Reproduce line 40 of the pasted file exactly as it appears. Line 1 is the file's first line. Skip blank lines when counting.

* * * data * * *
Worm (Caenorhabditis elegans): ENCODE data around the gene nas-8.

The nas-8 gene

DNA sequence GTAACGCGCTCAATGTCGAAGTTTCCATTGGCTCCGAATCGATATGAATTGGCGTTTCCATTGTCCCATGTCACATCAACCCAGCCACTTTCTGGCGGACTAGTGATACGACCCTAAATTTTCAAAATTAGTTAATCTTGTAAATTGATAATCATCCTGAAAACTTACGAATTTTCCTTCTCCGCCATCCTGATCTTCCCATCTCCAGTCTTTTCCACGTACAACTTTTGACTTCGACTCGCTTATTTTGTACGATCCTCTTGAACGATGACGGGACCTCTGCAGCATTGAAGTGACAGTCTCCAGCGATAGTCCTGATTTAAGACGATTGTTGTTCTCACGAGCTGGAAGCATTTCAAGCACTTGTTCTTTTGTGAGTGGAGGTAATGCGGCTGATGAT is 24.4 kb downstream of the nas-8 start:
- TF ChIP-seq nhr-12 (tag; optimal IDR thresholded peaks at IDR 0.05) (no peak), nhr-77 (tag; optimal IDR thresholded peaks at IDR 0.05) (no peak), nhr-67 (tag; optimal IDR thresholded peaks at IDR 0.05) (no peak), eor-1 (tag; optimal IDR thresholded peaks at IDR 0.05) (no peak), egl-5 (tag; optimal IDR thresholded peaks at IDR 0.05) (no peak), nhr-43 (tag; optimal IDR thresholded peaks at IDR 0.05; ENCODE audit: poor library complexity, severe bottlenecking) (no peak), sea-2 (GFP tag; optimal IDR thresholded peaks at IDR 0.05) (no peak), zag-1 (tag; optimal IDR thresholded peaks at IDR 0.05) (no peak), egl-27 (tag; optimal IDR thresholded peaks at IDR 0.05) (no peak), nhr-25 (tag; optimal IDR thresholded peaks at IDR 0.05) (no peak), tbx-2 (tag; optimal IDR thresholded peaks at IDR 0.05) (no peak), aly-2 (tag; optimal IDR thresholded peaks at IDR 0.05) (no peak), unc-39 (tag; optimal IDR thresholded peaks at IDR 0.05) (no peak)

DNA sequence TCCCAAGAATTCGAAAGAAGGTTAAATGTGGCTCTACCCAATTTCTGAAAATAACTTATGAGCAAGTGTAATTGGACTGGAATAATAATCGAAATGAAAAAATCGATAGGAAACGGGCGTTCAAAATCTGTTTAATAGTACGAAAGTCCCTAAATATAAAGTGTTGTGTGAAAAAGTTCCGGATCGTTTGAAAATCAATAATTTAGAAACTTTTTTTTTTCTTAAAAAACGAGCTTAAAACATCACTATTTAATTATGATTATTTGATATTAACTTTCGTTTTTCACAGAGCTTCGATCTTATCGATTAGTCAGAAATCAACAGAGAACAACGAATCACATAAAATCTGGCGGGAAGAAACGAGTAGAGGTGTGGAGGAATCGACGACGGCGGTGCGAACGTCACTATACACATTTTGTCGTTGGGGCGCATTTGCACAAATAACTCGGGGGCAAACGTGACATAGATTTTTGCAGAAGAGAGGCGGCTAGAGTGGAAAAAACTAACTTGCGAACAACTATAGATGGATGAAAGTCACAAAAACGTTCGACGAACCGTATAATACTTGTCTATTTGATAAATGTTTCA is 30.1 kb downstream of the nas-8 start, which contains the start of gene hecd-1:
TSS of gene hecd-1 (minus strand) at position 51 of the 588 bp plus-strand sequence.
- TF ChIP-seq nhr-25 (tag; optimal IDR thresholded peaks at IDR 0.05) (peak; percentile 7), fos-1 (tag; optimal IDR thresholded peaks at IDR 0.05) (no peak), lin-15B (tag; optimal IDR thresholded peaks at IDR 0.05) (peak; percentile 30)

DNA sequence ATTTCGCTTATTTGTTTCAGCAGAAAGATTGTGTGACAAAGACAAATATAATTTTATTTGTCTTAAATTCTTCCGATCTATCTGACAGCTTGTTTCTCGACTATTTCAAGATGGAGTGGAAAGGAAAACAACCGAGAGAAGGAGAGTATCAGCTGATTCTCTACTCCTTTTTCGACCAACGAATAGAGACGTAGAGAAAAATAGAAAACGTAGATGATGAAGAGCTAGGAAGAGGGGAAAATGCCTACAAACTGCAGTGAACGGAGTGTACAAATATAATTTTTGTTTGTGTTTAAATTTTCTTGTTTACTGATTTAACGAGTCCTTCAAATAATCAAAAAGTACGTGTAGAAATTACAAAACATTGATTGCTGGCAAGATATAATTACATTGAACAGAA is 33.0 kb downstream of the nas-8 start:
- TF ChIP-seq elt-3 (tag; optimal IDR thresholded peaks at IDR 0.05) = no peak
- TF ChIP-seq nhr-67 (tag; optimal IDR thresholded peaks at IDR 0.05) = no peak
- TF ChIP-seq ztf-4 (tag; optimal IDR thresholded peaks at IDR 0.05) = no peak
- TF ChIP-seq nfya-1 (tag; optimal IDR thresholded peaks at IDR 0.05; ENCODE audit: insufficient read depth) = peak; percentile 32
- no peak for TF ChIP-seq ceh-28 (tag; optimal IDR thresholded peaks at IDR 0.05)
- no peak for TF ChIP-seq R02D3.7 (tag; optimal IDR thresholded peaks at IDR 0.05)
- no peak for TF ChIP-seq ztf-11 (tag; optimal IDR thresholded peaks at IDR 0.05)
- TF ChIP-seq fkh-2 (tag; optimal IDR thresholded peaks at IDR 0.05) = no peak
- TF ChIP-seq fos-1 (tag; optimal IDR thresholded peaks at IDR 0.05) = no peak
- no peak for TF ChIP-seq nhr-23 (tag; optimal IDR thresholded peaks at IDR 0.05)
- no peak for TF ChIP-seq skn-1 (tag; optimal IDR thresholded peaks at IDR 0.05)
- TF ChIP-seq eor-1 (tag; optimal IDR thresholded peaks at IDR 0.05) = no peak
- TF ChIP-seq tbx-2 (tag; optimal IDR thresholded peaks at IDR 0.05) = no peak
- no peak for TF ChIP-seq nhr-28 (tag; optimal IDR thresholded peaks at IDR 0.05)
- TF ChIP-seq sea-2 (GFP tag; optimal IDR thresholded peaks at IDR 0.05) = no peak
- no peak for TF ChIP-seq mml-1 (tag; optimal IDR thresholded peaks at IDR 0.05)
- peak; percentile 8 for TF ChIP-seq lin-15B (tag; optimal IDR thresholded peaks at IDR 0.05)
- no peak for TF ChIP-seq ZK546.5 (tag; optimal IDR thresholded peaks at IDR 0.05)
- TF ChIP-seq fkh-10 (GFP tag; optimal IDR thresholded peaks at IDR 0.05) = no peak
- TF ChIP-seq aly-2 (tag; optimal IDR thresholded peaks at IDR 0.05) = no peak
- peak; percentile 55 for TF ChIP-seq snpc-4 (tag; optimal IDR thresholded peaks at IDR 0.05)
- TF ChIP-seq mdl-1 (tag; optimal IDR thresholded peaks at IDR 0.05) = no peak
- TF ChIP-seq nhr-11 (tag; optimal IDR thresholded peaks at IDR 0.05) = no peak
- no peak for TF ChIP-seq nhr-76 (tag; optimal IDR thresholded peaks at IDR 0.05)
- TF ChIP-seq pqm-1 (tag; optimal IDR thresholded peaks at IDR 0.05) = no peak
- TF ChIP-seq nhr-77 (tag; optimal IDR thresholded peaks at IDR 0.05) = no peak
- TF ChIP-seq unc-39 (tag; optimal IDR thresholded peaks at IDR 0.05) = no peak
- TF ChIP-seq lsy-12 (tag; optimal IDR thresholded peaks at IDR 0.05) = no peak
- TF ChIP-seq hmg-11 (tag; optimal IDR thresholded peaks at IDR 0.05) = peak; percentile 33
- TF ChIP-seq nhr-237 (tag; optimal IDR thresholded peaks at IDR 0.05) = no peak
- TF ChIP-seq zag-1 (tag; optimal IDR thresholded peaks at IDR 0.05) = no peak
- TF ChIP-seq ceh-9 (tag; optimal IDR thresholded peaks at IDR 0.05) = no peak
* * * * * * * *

- TF ChIP-seq ceh-9 (tag; optimal IDR thresholded peaks at IDR 0.05) = no peak